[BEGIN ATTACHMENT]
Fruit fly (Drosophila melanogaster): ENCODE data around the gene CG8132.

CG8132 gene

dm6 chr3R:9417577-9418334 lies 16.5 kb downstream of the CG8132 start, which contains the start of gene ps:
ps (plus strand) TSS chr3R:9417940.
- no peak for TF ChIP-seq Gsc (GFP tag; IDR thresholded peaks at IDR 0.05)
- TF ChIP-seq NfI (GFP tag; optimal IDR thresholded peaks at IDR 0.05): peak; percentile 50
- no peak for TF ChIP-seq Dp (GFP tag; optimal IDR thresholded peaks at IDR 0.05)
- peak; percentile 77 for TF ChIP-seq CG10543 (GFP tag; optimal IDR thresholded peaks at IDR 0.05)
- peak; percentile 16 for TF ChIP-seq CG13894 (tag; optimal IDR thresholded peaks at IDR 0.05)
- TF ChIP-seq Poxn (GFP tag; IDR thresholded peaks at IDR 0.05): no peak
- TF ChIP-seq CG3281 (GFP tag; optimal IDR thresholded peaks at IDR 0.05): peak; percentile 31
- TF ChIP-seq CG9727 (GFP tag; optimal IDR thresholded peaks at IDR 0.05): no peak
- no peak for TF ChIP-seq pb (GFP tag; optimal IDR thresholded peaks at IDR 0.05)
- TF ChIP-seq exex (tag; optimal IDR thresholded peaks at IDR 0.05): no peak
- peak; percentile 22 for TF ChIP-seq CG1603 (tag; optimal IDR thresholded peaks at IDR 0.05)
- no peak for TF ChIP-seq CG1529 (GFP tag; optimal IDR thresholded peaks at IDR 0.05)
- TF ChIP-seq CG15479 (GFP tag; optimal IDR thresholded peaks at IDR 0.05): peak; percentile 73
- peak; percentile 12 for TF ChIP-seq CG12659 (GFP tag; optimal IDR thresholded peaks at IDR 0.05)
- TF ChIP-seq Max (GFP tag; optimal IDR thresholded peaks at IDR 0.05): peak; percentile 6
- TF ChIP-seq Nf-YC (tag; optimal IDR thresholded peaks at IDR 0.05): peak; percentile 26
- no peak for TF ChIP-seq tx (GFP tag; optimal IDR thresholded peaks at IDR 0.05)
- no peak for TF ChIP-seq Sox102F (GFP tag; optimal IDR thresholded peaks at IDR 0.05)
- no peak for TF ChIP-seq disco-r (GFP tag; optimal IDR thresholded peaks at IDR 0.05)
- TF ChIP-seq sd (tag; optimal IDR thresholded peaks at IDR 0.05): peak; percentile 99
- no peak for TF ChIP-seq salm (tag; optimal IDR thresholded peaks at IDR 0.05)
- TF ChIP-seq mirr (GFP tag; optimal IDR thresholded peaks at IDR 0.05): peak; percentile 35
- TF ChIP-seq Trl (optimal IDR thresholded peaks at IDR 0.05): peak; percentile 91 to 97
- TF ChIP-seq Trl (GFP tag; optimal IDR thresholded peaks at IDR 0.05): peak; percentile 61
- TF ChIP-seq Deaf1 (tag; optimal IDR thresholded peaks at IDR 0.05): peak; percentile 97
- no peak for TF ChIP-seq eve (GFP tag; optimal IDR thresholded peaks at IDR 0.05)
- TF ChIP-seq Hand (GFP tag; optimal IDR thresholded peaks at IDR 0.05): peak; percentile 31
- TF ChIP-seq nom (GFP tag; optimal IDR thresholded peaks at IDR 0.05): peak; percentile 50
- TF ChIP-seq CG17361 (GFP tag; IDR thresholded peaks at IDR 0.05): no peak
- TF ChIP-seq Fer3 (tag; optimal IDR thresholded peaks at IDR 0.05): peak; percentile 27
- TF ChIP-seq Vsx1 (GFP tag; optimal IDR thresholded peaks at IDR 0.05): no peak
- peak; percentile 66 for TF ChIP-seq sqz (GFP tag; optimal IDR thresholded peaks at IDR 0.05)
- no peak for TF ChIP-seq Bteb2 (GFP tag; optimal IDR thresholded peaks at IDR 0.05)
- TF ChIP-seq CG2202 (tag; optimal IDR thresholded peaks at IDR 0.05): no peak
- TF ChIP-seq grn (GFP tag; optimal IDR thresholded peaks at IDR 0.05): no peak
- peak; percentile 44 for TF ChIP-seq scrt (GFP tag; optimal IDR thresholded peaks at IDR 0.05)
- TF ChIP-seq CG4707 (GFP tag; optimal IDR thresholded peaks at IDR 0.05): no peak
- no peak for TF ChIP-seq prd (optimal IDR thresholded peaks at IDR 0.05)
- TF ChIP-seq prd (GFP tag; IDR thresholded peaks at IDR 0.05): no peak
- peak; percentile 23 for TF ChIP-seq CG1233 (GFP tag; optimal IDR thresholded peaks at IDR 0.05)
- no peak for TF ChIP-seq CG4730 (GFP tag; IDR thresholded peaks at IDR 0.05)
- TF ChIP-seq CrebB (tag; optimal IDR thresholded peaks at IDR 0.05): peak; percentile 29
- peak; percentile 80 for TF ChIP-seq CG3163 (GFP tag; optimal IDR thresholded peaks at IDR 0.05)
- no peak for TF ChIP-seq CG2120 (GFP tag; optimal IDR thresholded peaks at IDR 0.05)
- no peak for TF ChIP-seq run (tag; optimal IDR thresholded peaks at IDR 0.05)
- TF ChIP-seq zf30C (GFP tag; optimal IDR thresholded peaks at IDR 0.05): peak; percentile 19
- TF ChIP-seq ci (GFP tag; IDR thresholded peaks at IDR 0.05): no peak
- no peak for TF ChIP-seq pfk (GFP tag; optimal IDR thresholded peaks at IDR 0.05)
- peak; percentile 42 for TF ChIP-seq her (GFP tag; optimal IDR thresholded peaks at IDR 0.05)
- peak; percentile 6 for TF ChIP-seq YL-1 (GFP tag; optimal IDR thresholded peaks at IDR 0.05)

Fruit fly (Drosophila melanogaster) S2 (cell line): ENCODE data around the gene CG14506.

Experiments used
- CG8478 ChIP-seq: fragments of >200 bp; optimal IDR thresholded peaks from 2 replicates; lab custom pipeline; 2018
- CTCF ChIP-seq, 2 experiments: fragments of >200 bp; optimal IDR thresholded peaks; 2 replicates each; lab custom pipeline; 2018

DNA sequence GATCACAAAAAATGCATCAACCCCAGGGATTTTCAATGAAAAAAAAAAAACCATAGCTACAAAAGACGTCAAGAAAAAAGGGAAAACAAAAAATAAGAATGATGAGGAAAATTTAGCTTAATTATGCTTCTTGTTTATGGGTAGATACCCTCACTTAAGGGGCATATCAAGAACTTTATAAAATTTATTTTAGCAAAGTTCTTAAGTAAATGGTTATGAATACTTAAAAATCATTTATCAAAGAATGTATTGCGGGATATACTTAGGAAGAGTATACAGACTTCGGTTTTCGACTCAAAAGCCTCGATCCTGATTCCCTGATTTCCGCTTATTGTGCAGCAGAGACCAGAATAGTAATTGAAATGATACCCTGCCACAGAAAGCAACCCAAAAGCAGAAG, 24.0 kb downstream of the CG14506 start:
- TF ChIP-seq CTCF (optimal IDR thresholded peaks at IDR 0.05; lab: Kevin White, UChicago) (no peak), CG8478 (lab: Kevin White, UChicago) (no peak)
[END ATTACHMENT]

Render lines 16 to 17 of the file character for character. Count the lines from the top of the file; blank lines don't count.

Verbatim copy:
- no peak for TF ChIP-seq CG1529 (GFP tag; optimal IDR thresholded peaks at IDR 0.05)
- TF ChIP-seq CG15479 (GFP tag; optimal IDR thresholded peaks at IDR 0.05): peak; percentile 73